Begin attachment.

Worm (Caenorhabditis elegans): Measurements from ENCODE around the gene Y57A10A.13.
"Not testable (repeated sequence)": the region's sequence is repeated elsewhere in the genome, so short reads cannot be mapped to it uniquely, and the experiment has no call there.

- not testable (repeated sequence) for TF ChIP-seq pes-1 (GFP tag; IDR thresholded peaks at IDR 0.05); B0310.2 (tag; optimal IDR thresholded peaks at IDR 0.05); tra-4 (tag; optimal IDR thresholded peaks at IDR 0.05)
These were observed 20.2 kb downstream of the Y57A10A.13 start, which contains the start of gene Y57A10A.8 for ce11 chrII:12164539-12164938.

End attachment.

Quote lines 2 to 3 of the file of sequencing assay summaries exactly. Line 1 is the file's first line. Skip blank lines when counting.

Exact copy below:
"Not testable (repeated sequence)": the region's sequence is repeated elsewhere in the genome, so short reads cannot be mapped to it uniquely, and the experiment has no call there.

- not testable (repeated sequence) for TF ChIP-seq pes-1 (GFP tag; IDR thresholded peaks at IDR 0.05); B0310.2 (tag; optimal IDR thresholded peaks at IDR 0.05); tra-4 (tag; optimal IDR thresholded peaks at IDR 0.05)